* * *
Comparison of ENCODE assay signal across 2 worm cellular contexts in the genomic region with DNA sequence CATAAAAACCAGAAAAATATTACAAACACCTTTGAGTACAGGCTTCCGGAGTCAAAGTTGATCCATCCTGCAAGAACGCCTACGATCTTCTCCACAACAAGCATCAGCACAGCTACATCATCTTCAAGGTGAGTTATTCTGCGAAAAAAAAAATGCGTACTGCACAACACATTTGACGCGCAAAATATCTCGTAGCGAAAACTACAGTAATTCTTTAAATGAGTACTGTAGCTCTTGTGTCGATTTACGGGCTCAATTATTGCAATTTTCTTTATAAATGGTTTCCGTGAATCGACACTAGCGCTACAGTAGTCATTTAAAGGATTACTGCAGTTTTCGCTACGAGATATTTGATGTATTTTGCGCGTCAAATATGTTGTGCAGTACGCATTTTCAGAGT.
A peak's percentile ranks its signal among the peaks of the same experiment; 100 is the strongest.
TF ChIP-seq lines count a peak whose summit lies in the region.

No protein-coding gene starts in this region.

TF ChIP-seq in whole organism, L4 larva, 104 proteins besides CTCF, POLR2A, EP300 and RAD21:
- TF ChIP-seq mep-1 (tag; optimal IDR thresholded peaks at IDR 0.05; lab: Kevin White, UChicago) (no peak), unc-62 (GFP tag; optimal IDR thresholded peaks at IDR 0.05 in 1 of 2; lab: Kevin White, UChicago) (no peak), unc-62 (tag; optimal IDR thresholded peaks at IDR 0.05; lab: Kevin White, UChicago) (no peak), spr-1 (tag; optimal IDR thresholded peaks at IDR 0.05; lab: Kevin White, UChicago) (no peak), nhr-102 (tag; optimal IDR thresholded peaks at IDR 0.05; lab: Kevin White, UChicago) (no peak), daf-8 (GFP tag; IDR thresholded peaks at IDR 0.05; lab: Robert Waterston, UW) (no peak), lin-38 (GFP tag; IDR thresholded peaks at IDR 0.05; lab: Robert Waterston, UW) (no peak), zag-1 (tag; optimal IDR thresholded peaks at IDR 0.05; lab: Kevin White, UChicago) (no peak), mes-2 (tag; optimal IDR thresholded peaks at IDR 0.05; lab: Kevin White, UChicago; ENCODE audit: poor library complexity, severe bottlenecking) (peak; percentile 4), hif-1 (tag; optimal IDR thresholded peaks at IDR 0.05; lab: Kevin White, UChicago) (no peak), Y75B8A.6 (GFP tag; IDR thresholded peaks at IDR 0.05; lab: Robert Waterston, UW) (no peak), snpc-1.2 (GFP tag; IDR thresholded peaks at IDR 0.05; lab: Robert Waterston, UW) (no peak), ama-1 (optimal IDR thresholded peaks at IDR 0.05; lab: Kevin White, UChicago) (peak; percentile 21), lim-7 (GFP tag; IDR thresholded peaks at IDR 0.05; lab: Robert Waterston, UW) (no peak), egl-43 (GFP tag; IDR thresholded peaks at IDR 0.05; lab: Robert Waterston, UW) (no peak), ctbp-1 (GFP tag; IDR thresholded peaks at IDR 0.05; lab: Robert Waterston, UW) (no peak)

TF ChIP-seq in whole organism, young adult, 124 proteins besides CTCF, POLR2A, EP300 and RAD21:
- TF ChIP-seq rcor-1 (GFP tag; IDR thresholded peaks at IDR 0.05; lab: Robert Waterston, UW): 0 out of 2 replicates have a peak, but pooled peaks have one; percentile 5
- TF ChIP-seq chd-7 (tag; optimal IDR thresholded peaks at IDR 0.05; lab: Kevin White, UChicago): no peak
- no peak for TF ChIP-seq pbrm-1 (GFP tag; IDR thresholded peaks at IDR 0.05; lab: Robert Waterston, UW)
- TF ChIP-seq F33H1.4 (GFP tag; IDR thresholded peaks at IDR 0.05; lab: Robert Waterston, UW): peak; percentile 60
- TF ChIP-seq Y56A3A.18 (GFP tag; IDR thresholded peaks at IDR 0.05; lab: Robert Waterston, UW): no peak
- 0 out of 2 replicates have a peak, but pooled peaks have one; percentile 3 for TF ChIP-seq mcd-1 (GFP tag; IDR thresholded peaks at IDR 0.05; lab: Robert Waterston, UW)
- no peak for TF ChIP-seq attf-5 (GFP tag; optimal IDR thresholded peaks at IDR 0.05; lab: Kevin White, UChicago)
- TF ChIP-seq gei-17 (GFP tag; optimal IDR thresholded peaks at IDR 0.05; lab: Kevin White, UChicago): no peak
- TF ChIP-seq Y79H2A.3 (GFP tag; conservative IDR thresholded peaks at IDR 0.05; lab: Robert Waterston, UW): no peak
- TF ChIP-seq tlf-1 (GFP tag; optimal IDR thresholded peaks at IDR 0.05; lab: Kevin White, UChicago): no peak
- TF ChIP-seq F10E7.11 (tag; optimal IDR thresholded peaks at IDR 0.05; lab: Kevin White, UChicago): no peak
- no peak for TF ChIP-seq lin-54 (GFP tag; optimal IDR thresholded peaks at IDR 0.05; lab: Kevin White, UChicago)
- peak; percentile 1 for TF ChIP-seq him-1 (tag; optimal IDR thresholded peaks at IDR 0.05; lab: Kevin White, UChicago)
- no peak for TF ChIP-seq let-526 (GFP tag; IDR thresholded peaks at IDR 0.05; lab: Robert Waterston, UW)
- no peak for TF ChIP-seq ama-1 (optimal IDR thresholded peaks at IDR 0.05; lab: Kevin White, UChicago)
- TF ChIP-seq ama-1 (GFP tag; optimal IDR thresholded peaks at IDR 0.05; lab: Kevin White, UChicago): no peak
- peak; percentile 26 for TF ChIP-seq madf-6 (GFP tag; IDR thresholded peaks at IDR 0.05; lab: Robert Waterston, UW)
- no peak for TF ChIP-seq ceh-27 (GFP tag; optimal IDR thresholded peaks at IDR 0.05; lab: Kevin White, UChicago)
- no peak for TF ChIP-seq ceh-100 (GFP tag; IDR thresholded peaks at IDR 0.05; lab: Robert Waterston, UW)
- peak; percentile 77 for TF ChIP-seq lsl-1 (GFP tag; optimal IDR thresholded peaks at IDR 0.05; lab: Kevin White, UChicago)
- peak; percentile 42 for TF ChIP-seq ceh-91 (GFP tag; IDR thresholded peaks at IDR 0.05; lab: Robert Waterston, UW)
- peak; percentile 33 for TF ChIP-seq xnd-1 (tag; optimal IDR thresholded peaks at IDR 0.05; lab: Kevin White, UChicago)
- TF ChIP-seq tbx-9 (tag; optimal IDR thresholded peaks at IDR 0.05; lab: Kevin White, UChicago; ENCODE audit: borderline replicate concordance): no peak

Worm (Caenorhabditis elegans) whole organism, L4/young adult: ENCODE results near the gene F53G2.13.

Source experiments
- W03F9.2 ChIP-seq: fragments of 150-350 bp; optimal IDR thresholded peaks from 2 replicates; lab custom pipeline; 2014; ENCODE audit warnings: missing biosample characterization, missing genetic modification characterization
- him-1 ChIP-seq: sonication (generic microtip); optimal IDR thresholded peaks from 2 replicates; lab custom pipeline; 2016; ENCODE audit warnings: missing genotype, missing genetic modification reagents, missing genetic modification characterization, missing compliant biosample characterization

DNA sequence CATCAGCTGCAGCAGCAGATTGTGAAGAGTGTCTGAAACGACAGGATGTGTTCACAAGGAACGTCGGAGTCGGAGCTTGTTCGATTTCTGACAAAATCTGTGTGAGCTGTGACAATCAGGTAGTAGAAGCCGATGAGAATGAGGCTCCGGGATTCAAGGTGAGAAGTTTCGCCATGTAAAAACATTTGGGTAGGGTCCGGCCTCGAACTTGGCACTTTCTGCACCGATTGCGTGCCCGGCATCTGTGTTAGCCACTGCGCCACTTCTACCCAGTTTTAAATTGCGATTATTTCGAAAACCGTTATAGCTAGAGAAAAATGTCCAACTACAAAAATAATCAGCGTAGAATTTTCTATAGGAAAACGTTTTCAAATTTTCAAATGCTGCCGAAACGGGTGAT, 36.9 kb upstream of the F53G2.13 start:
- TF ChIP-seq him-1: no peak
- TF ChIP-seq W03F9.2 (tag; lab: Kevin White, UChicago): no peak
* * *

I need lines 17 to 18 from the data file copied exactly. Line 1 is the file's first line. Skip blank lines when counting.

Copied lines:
- TF ChIP-seq tlf-1 (GFP tag; optimal IDR thresholded peaks at IDR 0.05; lab: Kevin White, UChicago): no peak
- TF ChIP-seq F10E7.11 (tag; optimal IDR thresholded peaks at IDR 0.05; lab: Kevin White, UChicago): no peak